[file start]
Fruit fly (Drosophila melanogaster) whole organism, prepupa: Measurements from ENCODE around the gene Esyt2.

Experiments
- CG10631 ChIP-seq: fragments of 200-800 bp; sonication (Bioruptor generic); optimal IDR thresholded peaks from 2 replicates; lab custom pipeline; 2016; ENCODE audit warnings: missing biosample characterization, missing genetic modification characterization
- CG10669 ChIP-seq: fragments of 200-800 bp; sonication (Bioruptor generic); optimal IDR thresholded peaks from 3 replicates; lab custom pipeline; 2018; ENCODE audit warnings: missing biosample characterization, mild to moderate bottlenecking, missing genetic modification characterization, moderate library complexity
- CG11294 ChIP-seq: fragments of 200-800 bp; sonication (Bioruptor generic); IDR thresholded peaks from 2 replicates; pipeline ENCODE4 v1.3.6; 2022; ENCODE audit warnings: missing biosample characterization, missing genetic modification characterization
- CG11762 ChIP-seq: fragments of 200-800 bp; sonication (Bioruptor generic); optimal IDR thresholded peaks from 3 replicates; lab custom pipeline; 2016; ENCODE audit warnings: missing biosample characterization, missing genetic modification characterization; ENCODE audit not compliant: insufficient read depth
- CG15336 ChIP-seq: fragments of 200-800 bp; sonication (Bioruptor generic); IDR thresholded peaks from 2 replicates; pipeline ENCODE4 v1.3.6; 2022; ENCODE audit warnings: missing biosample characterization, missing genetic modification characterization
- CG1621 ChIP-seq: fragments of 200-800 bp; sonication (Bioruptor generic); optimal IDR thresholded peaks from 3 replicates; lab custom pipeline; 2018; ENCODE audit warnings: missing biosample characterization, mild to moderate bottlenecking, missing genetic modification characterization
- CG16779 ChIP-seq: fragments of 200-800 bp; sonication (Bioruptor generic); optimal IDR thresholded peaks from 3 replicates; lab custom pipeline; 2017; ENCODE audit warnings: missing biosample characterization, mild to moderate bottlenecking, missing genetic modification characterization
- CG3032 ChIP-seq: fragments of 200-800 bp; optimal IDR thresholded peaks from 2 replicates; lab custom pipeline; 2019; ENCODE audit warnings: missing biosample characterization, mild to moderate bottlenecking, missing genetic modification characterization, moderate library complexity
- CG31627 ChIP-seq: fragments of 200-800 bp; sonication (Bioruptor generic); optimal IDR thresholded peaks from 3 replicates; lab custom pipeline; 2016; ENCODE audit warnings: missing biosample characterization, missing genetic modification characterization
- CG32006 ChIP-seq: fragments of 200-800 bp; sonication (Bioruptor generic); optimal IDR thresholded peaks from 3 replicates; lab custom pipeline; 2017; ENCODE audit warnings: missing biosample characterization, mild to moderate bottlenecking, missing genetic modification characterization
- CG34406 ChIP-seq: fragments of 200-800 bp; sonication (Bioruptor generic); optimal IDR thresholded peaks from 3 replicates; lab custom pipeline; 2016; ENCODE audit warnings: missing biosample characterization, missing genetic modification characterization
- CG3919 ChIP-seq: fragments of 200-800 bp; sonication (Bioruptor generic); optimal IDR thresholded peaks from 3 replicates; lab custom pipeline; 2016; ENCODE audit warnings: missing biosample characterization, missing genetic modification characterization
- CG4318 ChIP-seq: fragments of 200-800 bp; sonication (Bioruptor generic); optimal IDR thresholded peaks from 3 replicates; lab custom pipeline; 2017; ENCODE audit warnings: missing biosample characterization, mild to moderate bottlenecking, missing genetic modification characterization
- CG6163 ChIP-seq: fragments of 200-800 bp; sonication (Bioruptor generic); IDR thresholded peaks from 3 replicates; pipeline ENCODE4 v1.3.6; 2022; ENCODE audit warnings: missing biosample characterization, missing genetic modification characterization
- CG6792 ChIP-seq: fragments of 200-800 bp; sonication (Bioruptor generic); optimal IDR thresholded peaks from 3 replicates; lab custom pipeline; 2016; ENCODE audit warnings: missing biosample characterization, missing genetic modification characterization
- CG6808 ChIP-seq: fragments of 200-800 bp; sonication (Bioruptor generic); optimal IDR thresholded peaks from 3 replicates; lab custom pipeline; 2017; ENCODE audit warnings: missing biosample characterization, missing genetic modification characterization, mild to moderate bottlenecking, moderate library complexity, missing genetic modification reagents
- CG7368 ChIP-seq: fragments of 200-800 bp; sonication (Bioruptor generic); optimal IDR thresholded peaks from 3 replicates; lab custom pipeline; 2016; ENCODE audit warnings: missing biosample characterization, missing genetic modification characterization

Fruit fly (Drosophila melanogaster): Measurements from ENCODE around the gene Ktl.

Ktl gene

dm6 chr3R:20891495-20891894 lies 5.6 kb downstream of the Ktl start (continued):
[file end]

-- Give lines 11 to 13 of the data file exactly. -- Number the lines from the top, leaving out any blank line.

- CG31627 ChIP-seq: fragments of 200-800 bp; sonication (Bioruptor generic); optimal IDR thresholded peaks from 3 replicates; lab custom pipeline; 2016; ENCODE audit warnings: missing biosample characterization, missing genetic modification characterization
- CG32006 ChIP-seq: fragments of 200-800 bp; sonication (Bioruptor generic); optimal IDR thresholded peaks from 3 replicates; lab custom pipeline; 2017; ENCODE audit warnings: missing biosample characterization, mild to moderate bottlenecking, missing genetic modification characterization
- CG34406 ChIP-seq: fragments of 200-800 bp; sonication (Bioruptor generic); optimal IDR thresholded peaks from 3 replicates; lab custom pipeline; 2016; ENCODE audit warnings: missing biosample characterization, missing genetic modification characterization